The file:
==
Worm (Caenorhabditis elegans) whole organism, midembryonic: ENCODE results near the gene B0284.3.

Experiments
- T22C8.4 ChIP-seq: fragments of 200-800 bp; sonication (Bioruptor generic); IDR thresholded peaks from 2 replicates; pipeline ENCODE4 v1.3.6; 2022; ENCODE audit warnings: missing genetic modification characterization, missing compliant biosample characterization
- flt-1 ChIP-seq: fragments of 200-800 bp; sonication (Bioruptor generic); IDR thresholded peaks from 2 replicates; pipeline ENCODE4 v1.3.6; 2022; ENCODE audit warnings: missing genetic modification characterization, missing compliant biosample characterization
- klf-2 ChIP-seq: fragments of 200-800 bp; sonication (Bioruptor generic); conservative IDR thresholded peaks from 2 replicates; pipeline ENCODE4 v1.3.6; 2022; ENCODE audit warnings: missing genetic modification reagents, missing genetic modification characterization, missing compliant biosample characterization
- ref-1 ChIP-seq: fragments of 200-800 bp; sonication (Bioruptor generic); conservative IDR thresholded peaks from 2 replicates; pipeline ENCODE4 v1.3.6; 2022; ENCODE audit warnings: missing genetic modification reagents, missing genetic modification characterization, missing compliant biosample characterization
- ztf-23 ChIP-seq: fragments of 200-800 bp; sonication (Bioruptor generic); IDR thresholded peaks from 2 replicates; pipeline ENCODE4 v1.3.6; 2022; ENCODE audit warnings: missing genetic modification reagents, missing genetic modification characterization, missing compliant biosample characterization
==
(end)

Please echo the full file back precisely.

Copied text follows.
Worm (Caenorhabditis elegans) whole organism, midembryonic: ENCODE results near the gene B0284.3.

Experiments
- T22C8.4 ChIP-seq: fragments of 200-800 bp; sonication (Bioruptor generic); IDR thresholded peaks from 2 replicates; pipeline ENCODE4 v1.3.6; 2022; ENCODE audit warnings: missing genetic modification characterization, missing compliant biosample characterization
- flt-1 ChIP-seq: fragments of 200-800 bp; sonication (Bioruptor generic); IDR thresholded peaks from 2 replicates; pipeline ENCODE4 v1.3.6; 2022; ENCODE audit warnings: missing genetic modification characterization, missing compliant biosample characterization
- klf-2 ChIP-seq: fragments of 200-800 bp; sonication (Bioruptor generic); conservative IDR thresholded peaks from 2 replicates; pipeline ENCODE4 v1.3.6; 2022; ENCODE audit warnings: missing genetic modification reagents, missing genetic modification characterization, missing compliant biosample characterization
- ref-1 ChIP-seq: fragments of 200-800 bp; sonication (Bioruptor generic); conservative IDR thresholded peaks from 2 replicates; pipeline ENCODE4 v1.3.6; 2022; ENCODE audit warnings: missing genetic modification reagents, missing genetic modification characterization, missing compliant biosample characterization
- ztf-23 ChIP-seq: fragments of 200-800 bp; sonication (Bioruptor generic); IDR thresholded peaks from 2 replicates; pipeline ENCODE4 v1.3.6; 2022; ENCODE audit warnings: missing genetic modification reagents, missing genetic modification characterization, missing compliant biosample characterization